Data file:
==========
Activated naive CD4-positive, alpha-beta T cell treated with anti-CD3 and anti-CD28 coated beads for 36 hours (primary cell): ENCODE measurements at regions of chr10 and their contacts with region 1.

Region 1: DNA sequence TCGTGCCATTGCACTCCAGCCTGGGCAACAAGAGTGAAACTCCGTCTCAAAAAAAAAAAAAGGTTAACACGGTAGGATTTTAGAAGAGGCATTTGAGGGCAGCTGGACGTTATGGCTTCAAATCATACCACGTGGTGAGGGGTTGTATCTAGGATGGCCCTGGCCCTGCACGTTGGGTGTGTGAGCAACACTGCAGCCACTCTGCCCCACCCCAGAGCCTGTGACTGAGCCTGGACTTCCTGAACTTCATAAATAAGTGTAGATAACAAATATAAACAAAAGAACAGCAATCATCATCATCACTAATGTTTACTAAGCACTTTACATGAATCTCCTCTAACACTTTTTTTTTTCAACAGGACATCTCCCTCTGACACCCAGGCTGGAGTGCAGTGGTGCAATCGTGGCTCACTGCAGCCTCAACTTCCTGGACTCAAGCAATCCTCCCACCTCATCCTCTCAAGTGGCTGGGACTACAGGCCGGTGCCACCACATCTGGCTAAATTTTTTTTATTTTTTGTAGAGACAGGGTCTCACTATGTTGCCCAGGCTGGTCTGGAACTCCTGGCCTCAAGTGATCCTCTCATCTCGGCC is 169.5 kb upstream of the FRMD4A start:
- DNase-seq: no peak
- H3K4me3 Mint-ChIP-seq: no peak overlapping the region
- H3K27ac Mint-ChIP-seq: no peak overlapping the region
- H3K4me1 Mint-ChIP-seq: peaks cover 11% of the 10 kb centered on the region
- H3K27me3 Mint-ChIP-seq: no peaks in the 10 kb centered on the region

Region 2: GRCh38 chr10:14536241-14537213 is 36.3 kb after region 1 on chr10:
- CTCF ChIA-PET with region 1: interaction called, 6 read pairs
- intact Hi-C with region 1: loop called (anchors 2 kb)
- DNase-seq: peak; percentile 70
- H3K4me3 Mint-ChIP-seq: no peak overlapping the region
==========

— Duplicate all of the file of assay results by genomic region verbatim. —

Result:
Activated naive CD4-positive, alpha-beta T cell treated with anti-CD3 and anti-CD28 coated beads for 36 hours (primary cell): ENCODE measurements at regions of chr10 and their contacts with region 1.

Region 1: DNA sequence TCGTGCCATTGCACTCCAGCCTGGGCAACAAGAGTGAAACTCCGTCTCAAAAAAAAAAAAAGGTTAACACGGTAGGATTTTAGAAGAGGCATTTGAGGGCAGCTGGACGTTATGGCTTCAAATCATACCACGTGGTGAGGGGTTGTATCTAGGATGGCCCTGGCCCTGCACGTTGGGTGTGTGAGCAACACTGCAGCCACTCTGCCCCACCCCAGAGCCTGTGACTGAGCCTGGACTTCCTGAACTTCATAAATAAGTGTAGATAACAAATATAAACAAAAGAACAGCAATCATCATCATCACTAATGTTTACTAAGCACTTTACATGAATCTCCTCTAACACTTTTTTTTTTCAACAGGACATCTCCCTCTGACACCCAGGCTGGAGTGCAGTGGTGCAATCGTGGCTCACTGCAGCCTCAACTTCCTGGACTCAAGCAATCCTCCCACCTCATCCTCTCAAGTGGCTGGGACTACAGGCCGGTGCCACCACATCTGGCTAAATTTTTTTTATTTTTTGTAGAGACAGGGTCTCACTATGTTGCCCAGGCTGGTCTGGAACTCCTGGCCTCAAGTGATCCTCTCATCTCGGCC is 169.5 kb upstream of the FRMD4A start:
- DNase-seq: no peak
- H3K4me3 Mint-ChIP-seq: no peak overlapping the region
- H3K27ac Mint-ChIP-seq: no peak overlapping the region
- H3K4me1 Mint-ChIP-seq: peaks cover 11% of the 10 kb centered on the region
- H3K27me3 Mint-ChIP-seq: no peaks in the 10 kb centered on the region

Region 2: GRCh38 chr10:14536241-14537213 is 36.3 kb after region 1 on chr10:
- CTCF ChIA-PET with region 1: interaction called, 6 read pairs
- intact Hi-C with region 1: loop called (anchors 2 kb)
- DNase-seq: peak; percentile 70
- H3K4me3 Mint-ChIP-seq: no peak overlapping the region